The princess gave George a red rose (the red rose is the flower of England), although that seems to be as far as he got. And the people all became Christian.

The meaning of the legend...

The simplest meaning of the legend is that it's a fight against good and evil, the dragon representing the devil (or evil in general), and the maiden representing the Church.

But... The story is very similar to the legend of Perseus and Andromeda, which had been around for very much longer.

Modern day George...

England has seen six King Georges, and it is likely that if Prince Charles should ever ascend to the throne of England, he would take the name George too (it is one of his names).

The George Cross is a British decoration for civilian gallantry, roughly equivalent to the military Victoria Cross. One of the most famous awards of the George Cross was to the entire population of Malta, following World War 2, and the cross is depicted on the Maltese flag.

The girdle of legend seems to have inspired the Order of the Garter, also patronised by George.

And finally, George is commemorated, but not celebrated, by the Anglican church, which flies his flag (the English flag) on his feast day.

Wednesday, February 07, 2007

Miss Colombia, and the Baptismal Font

Colombia - August 2003.

Michele and I had travelled from England to Colombia to meet the family of Wendy, our dear exchange student, who stayed with us in 1999. In fact we had just spent 10 days in England with Wendy, who had come over from Germany (where she was studying) to travel with us.

She saw us off at Heathrow airport, and hours later we were welcomed at El Dorado Airport by her sizable family, and a wonderful South American adventure began.

One of the most notable events was our visit to Zipaquira, and the famous Salt Cathedral. For the trip our party included Wendy's Mum (Mami), her sister Karen, cousin Jaime, and Uncle Edgar. We were travelling in fact to the town of Ubate, for a family gathering. On the way we encountered the *Tourist train*, which we understand is the only train in Colombia.

Then to Zipaquira, once called the Manchester of Colombia, because of the smoky chimneys of the local salt evaporators.


Zipaquira sits adjacent a very large and ancient salt mine, and in the mine is a cathedral, carved from salt. It's hard to imagine, but it's true, and here are a couple of sites which give some more detail.

My own pictures turned out poorly - it's not easy to take pictures in a salt mine with a simple camera.

We paid to enter the mine, and walked in through what we'd call an adit - basically a tunnel which goes straight in. We met a young woman who would be guide for our group, which included several other english-speaking tourists, which was not at all common in Colombia. The guide was a little nervous, and explained that although she had guided many times using her native Spanish language, this was the first time she had guided in English.

Karen and Michele with our guide

In fact she was excellent, and began to take us down to the level of the cathedral proper, through tunnels and ramps along which were the Stations of the Cross, all carved in salt, and very well lit. The various Stations are imaginatively done, although they baffled me, as a non-Catholic. Soon we were down at Cathedral level, and began to explore the several chambers which made up the whole structure. The Nave of the church, which was first seen from a gallery higher up, was splendid, and the acoustics were said to be excellent for choral singing.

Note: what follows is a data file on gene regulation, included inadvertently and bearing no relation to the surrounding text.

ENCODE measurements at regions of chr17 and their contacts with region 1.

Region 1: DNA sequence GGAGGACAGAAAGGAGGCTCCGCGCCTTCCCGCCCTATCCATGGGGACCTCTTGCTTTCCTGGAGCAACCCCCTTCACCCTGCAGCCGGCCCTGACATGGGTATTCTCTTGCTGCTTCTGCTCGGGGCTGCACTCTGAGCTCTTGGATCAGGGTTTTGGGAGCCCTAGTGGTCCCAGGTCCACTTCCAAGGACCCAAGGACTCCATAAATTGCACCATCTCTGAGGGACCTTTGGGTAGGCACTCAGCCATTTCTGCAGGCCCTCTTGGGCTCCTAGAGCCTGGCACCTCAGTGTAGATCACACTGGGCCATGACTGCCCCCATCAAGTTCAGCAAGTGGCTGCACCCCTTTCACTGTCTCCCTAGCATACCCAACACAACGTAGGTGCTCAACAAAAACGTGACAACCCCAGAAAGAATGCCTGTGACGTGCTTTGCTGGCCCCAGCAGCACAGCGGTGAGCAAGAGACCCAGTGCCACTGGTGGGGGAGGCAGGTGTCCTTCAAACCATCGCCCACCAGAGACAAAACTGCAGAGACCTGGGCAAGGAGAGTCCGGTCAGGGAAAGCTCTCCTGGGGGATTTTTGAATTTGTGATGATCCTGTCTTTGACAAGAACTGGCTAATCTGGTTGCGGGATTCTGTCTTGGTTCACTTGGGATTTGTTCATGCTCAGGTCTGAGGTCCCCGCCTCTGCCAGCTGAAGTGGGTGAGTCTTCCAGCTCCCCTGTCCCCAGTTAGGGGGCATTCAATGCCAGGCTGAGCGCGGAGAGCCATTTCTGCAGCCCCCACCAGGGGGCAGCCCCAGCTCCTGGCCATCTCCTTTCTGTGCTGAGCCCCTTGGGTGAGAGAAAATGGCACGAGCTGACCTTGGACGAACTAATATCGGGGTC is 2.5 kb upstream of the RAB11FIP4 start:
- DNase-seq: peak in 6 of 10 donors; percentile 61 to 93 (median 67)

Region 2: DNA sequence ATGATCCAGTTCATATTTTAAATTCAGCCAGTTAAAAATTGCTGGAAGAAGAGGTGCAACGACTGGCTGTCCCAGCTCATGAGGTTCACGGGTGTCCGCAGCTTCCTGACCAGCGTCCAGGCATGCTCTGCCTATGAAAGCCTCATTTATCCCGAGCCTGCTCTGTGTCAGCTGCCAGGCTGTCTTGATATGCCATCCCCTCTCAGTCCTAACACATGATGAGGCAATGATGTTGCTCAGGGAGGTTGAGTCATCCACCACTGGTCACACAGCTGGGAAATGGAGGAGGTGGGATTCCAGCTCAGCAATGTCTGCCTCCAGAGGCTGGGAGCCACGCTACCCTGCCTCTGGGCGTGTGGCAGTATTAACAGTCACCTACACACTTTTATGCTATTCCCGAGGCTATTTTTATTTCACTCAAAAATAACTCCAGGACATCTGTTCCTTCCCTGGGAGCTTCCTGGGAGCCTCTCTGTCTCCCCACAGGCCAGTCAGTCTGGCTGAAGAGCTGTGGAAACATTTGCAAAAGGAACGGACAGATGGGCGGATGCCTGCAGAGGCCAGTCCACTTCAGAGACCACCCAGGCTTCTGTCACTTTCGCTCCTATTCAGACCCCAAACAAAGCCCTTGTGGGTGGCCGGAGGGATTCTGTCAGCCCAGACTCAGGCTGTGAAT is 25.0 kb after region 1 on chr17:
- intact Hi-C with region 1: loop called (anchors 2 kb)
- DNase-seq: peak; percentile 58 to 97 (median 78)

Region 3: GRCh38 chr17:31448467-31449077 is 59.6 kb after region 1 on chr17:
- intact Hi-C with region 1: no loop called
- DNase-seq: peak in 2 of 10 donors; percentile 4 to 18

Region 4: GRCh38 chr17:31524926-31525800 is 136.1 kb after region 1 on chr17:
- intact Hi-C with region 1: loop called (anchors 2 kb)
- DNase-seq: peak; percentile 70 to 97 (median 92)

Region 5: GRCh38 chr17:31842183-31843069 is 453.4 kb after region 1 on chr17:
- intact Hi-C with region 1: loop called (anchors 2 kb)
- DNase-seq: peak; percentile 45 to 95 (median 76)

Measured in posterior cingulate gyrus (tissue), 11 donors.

At one point the guide and I found ourselves a little ahead of the rest of the group, and I complimented her on her English. She was very pleased, but confessed that she still didn't know all the words needed for the job. *For example* she said, as we approached another key feature, *what do you call this in English?*, and she struggled for the word - *Bautismo*.

I recognised the Spanish word, and the structure we were approaching. *We would probably say it's a baptismal font* I said. *Ah thank you* she said, and turned to face the rest of the group, who had just come up behind us. *Ladies and Gentlemen - this is a baptismal font*. Perfecto!!!!

Jaime, Mami, Karen, Uncle Edgar, Michele, and the Baptismal Font

Finally it was time to emerge, blinking, into the daylight, and there another surprise awaited us. Just coming into the mine was Miss Colombia 2003, and her entourage.There was a flurry of smiles and Spanish, and Michele and I (and our Colombian family too) found ourselves being introduced to her. I managed some appropriate Spanish, and that delighted all concerned.

Her manager was extremely pleased because we were foreigners, and it was good exposure, and she was very happy for us to pose for a cheesy holiday snap - a happy chance encounter in a strange and faraway place.

Karen, Michele, Miss Colombia, Self, Mami, Jaime

We later made it to Ubate, where a splendid time was had by all, but that, as they say, is another story.....

Ubate, Colombia
(Click for large panorama)

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Thursday, January 18, 2007

Comet McNaught

Comets are rare visitors, at least, those easily visible to the naked eye, and so the arrival of Comet McNaught in this part of the sky is extremely welcome.

McNaught, aka C-2006 P1 McNaught, is a non-periodic comet that was only discovered in August of last year, by an Australian astronomer (McNaught). Much more on the comet in Wikipedia - click here...

It´s called a *Sun-grazer* because its orbit takes it so close to the sun, which is why it appears so bright, but this means that it moves relatively quickly, and will fade rapidly as it moves away from the sun.

Tonight (18th January) was the first night that the weather permitted viewing here since the comet became visible. The first glimpses, from my doorstep were exciting, but I hadn't realised how much better it would get as the sky darkened. The pictures here are taken with a Nikon Coolpix 3500 from about 9 pm local time this evening, and are very pleasing to me.

The tail is beautifully curved, and there is some structure visible, but my equipment isn't sophisticated enough to show great detail. The comet is moving up and to the left relative to the background stars, so over the next few days will set later and later, which may make viewing easier, but it will tend to fade at the same time... Now was probably as good a night as any to see it.

There's a chance that the comet could break up in the next few days, which will add interest, and also make the thing seem much brighter - if so I'll attempt to photograph it, and post updates...

Content (except where noted) Copyright © John R Nickolls 2006